THE government is considering awarding bonus payments to cotton producers to incentivise production and marketing of the crop in a development aimed at revitalising the textile industry in the country.Increasing cotton output is at the heart of the Cotton to Clothing Strategy that the government launched in September last year.
The strategy is backed by a 4.2 million euros grant agreement signed between the government and Comesa targeting value addition and capacity building programmes in the leather, clothing and agro-processing sectors.
Under the agreement, 1.2 million euros has been earmarked to kick start implementation of the cotton strategy.
Agriculture, Mechanisation and Irrigation Development Minister Joseph Made last week told Parliament there was a need to come up with incentives to boost cotton production.
“We want the farmers to benefit from the sale of their cotton, especially when there is a bonus to be paid after the cotton has been sold on the international market,” said Minister Made.
He was responding to Hurungwe West legislator Temba Mliswa who challenged him to come up with a favourable pricing system that will not short-change farmers.
Earlier on Mberengwa East legislator Makhosini Hlongwane had asked Cde Made about what plans he had to revive the cotton sector and the cotton industry in Zimbabwe from the supply side and the downward linkage industries in line with the value addition and beneficiation thrust of Zim-Asset.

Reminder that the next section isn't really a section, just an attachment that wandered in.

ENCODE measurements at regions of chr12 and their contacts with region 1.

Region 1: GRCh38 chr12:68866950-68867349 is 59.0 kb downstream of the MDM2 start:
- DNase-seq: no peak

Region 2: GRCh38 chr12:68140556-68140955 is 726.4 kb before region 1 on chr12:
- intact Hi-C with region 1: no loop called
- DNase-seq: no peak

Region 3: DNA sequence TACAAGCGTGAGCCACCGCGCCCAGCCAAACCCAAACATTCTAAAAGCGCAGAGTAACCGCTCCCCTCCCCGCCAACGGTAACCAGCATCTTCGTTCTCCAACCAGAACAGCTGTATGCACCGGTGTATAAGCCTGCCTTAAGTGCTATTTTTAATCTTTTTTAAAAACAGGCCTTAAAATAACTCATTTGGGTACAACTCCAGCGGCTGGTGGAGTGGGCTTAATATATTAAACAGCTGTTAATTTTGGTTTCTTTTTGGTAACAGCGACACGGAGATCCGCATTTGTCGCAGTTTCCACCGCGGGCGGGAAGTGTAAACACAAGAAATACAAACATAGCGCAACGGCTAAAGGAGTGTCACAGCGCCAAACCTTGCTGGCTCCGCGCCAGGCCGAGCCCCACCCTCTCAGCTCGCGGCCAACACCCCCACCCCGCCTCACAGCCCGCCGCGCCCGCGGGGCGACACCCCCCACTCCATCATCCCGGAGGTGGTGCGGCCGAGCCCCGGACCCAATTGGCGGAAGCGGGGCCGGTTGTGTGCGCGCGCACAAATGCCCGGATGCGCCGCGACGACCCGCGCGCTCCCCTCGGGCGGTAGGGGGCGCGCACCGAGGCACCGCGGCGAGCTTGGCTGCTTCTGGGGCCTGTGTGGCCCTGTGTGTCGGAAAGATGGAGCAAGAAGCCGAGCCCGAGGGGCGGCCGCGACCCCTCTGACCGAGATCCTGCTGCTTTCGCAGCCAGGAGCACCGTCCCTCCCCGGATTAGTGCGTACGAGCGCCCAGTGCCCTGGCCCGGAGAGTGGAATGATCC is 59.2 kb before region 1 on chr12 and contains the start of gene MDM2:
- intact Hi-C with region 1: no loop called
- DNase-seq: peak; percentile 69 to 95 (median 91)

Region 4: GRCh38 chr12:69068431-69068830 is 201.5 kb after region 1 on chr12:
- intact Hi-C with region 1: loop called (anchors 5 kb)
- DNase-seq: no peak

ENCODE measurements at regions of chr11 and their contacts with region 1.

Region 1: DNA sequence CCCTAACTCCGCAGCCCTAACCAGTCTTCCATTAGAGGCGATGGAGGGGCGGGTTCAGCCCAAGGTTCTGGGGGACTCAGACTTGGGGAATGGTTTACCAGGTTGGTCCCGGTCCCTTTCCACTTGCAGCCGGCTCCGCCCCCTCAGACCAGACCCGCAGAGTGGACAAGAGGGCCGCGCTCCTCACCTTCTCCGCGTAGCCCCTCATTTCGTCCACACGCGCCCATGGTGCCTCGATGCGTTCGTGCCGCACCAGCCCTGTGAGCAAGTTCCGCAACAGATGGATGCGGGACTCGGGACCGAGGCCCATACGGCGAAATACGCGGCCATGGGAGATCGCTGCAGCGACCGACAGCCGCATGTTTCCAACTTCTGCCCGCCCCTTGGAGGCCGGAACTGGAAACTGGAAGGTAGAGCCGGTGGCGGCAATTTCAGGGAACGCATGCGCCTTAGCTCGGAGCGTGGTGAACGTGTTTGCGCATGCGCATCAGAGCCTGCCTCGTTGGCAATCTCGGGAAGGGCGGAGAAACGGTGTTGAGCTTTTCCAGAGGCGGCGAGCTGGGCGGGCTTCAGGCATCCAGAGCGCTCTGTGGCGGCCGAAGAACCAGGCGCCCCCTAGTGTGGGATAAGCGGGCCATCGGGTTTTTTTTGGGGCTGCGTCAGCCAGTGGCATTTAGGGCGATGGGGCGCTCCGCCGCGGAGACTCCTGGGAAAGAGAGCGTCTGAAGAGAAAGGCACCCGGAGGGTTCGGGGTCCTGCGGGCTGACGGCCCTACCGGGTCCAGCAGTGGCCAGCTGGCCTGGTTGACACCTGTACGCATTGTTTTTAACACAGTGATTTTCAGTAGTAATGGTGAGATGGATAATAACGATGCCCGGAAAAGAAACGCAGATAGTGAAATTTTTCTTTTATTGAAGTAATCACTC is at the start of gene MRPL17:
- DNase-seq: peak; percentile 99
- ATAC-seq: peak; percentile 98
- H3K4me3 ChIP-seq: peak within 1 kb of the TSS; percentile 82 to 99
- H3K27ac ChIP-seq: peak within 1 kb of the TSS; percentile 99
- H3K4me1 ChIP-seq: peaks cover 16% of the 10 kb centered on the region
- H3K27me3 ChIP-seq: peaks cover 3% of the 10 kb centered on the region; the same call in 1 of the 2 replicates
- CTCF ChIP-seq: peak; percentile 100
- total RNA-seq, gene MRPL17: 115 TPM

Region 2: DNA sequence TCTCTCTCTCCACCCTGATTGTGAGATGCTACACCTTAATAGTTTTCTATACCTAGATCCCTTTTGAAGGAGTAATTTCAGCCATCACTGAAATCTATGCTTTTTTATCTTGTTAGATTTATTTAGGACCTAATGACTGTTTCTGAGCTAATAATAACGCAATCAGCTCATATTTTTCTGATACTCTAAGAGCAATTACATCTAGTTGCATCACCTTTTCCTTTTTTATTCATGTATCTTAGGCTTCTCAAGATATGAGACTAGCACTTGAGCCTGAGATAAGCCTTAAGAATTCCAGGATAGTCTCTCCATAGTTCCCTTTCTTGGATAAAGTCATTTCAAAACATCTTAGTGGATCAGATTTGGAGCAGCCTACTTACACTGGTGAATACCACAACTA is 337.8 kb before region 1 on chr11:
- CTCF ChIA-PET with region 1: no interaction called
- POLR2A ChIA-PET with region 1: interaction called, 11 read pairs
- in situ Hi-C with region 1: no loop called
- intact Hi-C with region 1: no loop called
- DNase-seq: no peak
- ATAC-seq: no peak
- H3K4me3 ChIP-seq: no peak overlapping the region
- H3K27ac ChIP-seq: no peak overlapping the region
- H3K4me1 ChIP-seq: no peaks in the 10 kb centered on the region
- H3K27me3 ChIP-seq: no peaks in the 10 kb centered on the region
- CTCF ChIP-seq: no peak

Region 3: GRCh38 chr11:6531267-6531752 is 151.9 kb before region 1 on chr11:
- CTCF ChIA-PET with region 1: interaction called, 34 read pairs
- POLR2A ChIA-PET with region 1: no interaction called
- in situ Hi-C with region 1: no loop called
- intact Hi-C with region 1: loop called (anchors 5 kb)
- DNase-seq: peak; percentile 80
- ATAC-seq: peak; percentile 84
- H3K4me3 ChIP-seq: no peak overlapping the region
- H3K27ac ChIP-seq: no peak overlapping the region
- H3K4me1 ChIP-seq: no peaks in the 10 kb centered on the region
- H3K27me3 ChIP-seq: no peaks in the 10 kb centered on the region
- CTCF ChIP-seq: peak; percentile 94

“First of all, we’re proposing to revive the Cotton Marketing Board and this year, as you’ve already seen, the government is also giving inputs in order to support the farmers particularly on seed as well as the crop chemicals that have been quite a cost to the cotton farmers,” said Cde Made in response.
He said his ministry was also in discussion with the private sector and China to invest in the cotton sector.
“There are quite a number of companies that have come with proposals to resuscitate the cotton sector. We’re also working on the seed multiplication programme in order to improve varieties that would give a better yield,” he added.
Cde Made said it was not easy to determine the price of cotton for buyers adding the government would not “dictate the terms” but would talk of the terms of when to look at the inputs of cotton farming.
“That’s why we’re talking of hybrid cotton seed and we want to assist farmers in accessing the necessary materials and accessories for farming because we know the pesticides and other chemicals for cotton farming are very expensive,” the minister said.